Should employees be allowed to nap at work?

Should employees be allowed to nap at work?

Experts claim employers should consider allowing workers time to take a nap during work hours. Dr Lawrence Epstein, previous president of the American Academy of Sleep Medicine and Medical Director of Clinical Sleep Medicine at Brigham and Women’s Hospital in Boston, says that an estimated 70% of Americans suffer from a sleep disorder. He argues that allowing a nap at work would increase productivity rather than diminish it.

According to a recent academic study of 150,000, 35.6% reported getting 7 hours of sleep per night or less. This is an increase from 2010 where only 30.9% of respondents claimed to get minimal amounts of sleep. Around half of the total respondents worked within the police force or healthcare.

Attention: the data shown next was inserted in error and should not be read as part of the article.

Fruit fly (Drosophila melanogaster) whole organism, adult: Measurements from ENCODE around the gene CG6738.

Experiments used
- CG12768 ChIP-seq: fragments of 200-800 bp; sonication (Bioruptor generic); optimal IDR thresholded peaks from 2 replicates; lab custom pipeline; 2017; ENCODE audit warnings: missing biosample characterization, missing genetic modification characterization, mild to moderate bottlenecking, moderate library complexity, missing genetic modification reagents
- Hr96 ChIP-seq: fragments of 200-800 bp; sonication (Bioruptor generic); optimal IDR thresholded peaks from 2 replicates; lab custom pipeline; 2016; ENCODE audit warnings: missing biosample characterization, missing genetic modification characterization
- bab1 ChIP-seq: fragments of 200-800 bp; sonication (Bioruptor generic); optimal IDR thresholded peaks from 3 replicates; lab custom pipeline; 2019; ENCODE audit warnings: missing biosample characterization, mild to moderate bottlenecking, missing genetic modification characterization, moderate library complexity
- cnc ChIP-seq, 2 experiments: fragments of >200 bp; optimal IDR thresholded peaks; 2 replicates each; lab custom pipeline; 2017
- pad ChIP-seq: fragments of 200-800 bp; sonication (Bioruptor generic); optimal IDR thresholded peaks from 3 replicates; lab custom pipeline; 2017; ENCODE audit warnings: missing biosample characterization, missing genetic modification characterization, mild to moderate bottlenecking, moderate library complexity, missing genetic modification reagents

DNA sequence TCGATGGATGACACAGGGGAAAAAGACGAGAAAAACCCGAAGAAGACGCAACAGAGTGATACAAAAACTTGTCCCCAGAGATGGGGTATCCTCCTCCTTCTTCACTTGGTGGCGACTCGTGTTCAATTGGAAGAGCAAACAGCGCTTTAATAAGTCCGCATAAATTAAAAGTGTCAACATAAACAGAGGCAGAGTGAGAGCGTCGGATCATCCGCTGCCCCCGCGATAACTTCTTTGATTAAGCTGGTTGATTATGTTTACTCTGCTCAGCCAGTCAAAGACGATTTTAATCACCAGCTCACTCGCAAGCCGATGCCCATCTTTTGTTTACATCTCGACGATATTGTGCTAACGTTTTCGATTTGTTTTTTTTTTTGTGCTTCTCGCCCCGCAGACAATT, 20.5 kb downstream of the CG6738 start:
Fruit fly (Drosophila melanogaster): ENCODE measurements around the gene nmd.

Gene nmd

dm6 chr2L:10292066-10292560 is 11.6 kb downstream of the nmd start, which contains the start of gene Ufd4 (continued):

The issue was brought to light recently as the US Government has enforced a specific ban on federal employees napping on the job. It is not clear what encouraged the very specific ruling, the General Services Administration refused to comment.

Dr Epstein told the BBC: "Some companies are becoming more aware of that and are providing ways to address [the issue]. Unfortunately, I don't think our government agencies are on the lead on this.

"It is something that can and should be addressed but unfortunately often isn't."

Lack of sleep has been correlated to a multitude of health issues including obesity, heart disease, anxiety and depression.

Many sleep experts agree with Dr Epstein that employees should be allowed time to sleep during work as it could benefit their health, work productivity and, in the grand scheme of things, the economy.

Some companies are beginning to get involved in the idea, with Ben & Jerry’s providing small nap rooms for workers. Employees are allowed 20 minutes and must remove their shoes.

Employees of the ice cream company have praised the initiative, claiming to feel “refreshed” and “more productive”.


Emma Richardson